CAMLAW: Complementary and Alternative Medicine Law Blog

Unlicensed practice of medicine - advice on nutrition and diet

One of the legal issues non-licensed practitioners of complementary health must consider is advice on nutrition and diet.

In my law practice, I have seen at least one individual charged within unlicensed medical practice who came to the attention of the state medical board by way of a complaint to the board that deals with registered dietitians.

These laws vary state by state.

Simply because a person has a license as a naturopathic physician or naturopathic doctor from one state does not qualify or entitle them to practice in another state.

One solution I have recommended is to get a license in an adjacent state if that state allows licensure but yours doesn't. Open a part-time practice and drive the 120 miles (or whatever it may be, if feasible) but keep your practice to the state in which you have licensure.

It's always good when a statute clarifies what it does and does not allow, instead of leaving ambiguity and wide prosecutorial discretion. This statute does provide some exceptions allowing certain individuals to render nutritional and dietary advice under some circumstances:

PART I. ADMINISTRATION OF THE GOVERNMENT

TITLE XVI. PUBLIC HEALTH

CHAPTER 112. REGISTRATION OF CERTAIN PROFESSIONS AND OCCUPATIONS

REGISTRATION OF SPEECH-LANGUAGE PATHOLOGISTS AND AUDIOLOGISTS

Chapter 112: Section 206. Authorized activities for nonlicensed dietitians/nutritionists

Section 206. No person shall hold himself out to be a licensed dietitian/nutritionist unless so licensed under the applicable provisions of this chapter. This section shall not restrict any person who does not hold himself out to be a licensed dietitian/nutritionist from the following:

(a) pursuing a degree in dietetics or nutrition at an accredited college or university and engaging in the practice of dietetics or nutrition under the supervision of a licensed dietitian/nutritionist and in accordance with professional standards of practice, provided that the person is designated by a title clearly indicating his status as a student;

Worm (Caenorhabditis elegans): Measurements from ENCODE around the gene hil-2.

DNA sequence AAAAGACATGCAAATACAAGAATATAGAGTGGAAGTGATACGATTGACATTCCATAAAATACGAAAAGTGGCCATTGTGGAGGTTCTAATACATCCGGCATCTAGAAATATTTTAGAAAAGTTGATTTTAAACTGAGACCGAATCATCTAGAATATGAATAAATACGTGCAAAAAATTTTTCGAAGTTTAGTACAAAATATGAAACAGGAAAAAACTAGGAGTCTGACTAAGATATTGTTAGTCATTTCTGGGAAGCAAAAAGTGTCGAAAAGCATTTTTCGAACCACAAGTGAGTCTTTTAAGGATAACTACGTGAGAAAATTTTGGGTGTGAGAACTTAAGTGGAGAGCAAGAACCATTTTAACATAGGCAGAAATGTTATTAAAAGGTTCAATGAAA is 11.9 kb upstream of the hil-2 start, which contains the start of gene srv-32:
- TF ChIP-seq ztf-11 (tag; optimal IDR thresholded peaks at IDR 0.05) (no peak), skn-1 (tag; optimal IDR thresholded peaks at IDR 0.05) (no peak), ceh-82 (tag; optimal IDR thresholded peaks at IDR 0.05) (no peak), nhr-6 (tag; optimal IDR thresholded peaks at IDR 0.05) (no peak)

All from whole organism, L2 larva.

(b) fulfilling the professional experience requirement in dietetic or nutrition necessary for licensure who is engaging in the practice of dietetics or nutrition under the supervision of a licensed dietitian/nutritionist and in accordance with professional standards of practice, provided that the person is designated by a title clearly indicating his status as a trainee;

(c) furnishing information regarding food, food material, or dietary supplements;

(d) furnishing information about food, food products, or dietary supplements to customers in connection with the marketing and distribution of such items;

(e) practicing a health profession that he is otherwise authorized to practice under chapter 112 of the General Laws; or

(f) practicing a health profession that includes a dietetic or nutritional practice component, including, but not limited to, holistic medicine, naturopathic medicine, homopathic medicine, macrobiotics, ayurvedic therapy, polarity therapy, shiatsu therapy, massage therapy, and herbal therapy.

Of course, all this is subject to the prohibition against unlicensed medical practice, and, for example, naturopathic medicine is nowhere else mentioned in Massachusetts General Laws, so a naturopath is not necessarily protected by this statute.

What is particularly interesting is the above statutory provision is not in the medical licensing laws, but is tucked away under REGISTRATION OF SPEECH-LANGUAGE PATHOLOGISTS AND AUDIOLOGISTS, and specifically within Massachusetts General Laws, Chapter 112: Section 206. Authorized activities for nonlicensed dietitians/nutritionists.

Sometimes legal research is just a matter of knowing where to look, and exhausting all avenues of research until locating the answer.

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Michael H. Cohen, Esq.; 468 North Camden Dr. | Beverly Hills, California 90210 | 310-844-3173